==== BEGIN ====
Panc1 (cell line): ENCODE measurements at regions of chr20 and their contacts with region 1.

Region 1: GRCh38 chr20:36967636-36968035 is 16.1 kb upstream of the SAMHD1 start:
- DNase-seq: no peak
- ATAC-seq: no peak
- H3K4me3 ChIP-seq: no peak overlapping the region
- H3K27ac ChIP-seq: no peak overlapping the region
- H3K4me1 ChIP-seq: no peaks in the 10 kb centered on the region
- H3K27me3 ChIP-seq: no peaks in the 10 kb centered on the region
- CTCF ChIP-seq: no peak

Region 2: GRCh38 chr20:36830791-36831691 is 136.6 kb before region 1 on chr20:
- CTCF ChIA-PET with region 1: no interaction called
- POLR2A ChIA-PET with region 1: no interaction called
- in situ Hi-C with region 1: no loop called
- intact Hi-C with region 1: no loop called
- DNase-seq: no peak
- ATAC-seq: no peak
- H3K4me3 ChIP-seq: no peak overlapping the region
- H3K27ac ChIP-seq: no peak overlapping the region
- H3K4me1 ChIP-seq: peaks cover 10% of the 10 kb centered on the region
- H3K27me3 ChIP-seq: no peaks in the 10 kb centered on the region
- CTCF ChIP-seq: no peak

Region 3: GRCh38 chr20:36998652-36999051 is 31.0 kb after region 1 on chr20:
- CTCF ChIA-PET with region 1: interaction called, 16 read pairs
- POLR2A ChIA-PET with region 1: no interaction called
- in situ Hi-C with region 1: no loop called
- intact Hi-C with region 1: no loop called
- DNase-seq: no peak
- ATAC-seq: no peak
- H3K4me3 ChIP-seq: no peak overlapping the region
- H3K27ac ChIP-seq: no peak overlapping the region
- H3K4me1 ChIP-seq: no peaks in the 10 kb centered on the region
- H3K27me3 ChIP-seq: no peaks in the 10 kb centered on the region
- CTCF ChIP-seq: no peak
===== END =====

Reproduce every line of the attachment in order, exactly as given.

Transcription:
Panc1 (cell line): ENCODE measurements at regions of chr20 and their contacts with region 1.

Region 1: GRCh38 chr20:36967636-36968035 is 16.1 kb upstream of the SAMHD1 start:
- DNase-seq: no peak
- ATAC-seq: no peak
- H3K4me3 ChIP-seq: no peak overlapping the region
- H3K27ac ChIP-seq: no peak overlapping the region
- H3K4me1 ChIP-seq: no peaks in the 10 kb centered on the region
- H3K27me3 ChIP-seq: no peaks in the 10 kb centered on the region
- CTCF ChIP-seq: no peak

Region 2: GRCh38 chr20:36830791-36831691 is 136.6 kb before region 1 on chr20:
- CTCF ChIA-PET with region 1: no interaction called
- POLR2A ChIA-PET with region 1: no interaction called
- in situ Hi-C with region 1: no loop called
- intact Hi-C with region 1: no loop called
- DNase-seq: no peak
- ATAC-seq: no peak
- H3K4me3 ChIP-seq: no peak overlapping the region
- H3K27ac ChIP-seq: no peak overlapping the region
- H3K4me1 ChIP-seq: peaks cover 10% of the 10 kb centered on the region
- H3K27me3 ChIP-seq: no peaks in the 10 kb centered on the region
- CTCF ChIP-seq: no peak

Region 3: GRCh38 chr20:36998652-36999051 is 31.0 kb after region 1 on chr20:
- CTCF ChIA-PET with region 1: interaction called, 16 read pairs
- POLR2A ChIA-PET with region 1: no interaction called
- in situ Hi-C with region 1: no loop called
- intact Hi-C with region 1: no loop called
- DNase-seq: no peak
- ATAC-seq: no peak
- H3K4me3 ChIP-seq: no peak overlapping the region
- H3K27ac ChIP-seq: no peak overlapping the region
- H3K4me1 ChIP-seq: no peaks in the 10 kb centered on the region
- H3K27me3 ChIP-seq: no peaks in the 10 kb centered on the region
- CTCF ChIP-seq: no peak